Monday, April 7, 2014
Mystery saint identified
The mystery saint has made his identity known. He as not a martyr after all!
He was indeed holding a quill, such as would indicate an evangelist, and not a palm frond, which would suggest a martyr.
Not only that but near his feet, pointed out my friend Melissa Grace, was an artist's palette. And the shield shows, and only Melissa Grace would know this, a winged ox.
End result, as we say here in Buffalo, our saint is St. Luke.
St. Luke was a physician and a painter. I had not known about the painter part. Apparently in Italy or somewhere is a painting of the Madonna and Child painted by St. Luke.
"That is a nice picture over your couch. Who painted it?"
St. Luke was Syrian, as I understand it. He was the only non-Jewish evangelist and he reached out to the Gentiles. His skills as a physician supposedly helped keep St. Paul in one piece even though St. Paul was stoned and otherwise left for dead on several occasions. One thing that is funny about this is remember the statue's head had been broken off? I have to reattach it. I will have to play the physician to St. Luke, the physician. I will have to mend him as he mended other people. That idea makes me kind of nervous.
This cool St. Luke site has a bunch of interesting factoids such as that St. Luke is the patron saint to -- in alphabetical order -- artists, bachelors, bookbinders, brewers, butchers, doctors, glass makers, glassworkers, gold workers, goldsmiths, lacemakers, lace workers, notaries, painters, physicians, sculptors, stained glass workers and surgeons.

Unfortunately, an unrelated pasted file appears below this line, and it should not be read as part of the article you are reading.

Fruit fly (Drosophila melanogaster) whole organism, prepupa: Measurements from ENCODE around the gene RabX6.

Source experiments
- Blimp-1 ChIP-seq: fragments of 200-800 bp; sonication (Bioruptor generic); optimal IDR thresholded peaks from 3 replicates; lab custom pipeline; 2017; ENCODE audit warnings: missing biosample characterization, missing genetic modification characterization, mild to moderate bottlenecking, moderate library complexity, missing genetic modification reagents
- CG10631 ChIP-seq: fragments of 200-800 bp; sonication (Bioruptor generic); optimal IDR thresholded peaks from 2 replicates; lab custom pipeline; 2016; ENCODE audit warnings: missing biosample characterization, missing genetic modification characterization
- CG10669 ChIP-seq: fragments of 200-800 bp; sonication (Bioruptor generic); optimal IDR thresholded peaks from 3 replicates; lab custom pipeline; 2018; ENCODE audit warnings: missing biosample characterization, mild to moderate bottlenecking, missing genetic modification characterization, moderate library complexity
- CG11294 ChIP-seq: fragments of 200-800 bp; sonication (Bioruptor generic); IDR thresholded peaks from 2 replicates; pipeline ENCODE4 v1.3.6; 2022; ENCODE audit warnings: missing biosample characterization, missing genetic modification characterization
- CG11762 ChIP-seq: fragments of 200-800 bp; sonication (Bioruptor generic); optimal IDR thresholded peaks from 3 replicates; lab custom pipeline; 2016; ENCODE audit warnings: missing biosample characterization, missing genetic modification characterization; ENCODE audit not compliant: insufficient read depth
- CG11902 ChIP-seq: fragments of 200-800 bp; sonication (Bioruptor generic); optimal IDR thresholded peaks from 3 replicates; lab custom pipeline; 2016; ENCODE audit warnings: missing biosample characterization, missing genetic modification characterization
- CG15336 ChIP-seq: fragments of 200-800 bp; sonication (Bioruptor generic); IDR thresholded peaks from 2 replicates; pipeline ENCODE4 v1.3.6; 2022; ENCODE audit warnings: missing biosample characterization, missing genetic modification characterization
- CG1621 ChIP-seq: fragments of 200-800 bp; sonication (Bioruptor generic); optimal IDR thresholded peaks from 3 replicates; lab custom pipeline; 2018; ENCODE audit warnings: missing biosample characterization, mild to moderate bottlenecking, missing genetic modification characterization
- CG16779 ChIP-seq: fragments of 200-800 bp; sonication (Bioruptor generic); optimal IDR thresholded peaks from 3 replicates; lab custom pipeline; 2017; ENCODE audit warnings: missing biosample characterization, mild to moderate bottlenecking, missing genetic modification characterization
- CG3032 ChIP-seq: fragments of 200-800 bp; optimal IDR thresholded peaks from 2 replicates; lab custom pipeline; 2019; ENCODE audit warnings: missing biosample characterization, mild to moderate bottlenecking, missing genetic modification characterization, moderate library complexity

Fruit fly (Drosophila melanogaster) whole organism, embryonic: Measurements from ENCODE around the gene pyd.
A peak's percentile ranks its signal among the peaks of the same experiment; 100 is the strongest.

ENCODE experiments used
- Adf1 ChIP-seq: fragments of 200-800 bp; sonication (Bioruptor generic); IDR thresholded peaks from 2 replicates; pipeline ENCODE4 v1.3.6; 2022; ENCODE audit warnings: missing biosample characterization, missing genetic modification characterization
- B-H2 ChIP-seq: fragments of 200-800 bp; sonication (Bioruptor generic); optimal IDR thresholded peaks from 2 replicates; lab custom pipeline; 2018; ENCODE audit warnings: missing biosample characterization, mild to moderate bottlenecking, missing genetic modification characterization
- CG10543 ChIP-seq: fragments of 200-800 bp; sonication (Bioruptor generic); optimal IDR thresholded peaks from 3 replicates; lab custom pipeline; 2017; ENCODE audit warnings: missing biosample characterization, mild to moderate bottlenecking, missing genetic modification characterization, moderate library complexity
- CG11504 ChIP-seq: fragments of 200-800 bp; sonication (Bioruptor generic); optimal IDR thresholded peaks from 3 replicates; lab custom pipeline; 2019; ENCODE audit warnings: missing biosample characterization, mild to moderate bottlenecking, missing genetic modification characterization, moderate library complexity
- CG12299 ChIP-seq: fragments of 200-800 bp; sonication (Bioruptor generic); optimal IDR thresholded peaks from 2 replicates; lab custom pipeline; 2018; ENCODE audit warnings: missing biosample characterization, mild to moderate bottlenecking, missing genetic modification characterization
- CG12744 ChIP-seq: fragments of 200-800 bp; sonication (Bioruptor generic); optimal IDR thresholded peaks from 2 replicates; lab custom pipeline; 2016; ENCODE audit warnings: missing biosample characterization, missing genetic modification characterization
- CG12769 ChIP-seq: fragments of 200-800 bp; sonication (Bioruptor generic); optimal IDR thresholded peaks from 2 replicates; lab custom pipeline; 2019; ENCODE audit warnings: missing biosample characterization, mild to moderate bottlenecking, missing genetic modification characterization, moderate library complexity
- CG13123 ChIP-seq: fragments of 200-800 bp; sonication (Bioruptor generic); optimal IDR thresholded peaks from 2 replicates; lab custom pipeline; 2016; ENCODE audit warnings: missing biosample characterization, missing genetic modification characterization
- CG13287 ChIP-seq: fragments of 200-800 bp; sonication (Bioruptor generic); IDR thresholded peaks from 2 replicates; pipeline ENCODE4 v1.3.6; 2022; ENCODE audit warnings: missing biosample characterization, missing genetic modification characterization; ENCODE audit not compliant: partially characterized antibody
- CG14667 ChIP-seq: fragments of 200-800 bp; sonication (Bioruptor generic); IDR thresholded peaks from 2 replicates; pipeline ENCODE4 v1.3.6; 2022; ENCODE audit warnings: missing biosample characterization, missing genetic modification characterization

What about Luke Russert?
I am sure he knows all about St. Luke, being named after him.
Up at the top is a beautiful painting of St. Luke by James Tissot. We have mentioned Tissot before.
Here is a famous painting by Tissot at our Albright-Knox Art Gallery. It is a painting of me and Pennario going to the opera when I was in California. Tissot asked if he could paint us as we went in to see "Tannhauser" and after some hesitation we said yes.
There must be towns and countries that St. Luke is patron to, as well. We will find them at a later date. Perhaps on the Feast of St. Luke which is Oct. 18.
For now, I am just glad to have this saint identified. I was able to say, "St. Luke, welcome to my home."
The Internet is the answer to everything!
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I've often confused the Tissot painting in your post that can be viewed at Albright-Knox with the one that was in the movie-adaptation of "The Age of Innocence." Take a look here to see the similarities: http://paintingsinmovies.com/m/view/id/222
Julia, that painting looks almost just like the one at the Albright! Maybe it was a study for it or something. That one is called "The Ball" or "Evening" and ours is, yikes, "The Ambitious Woman."
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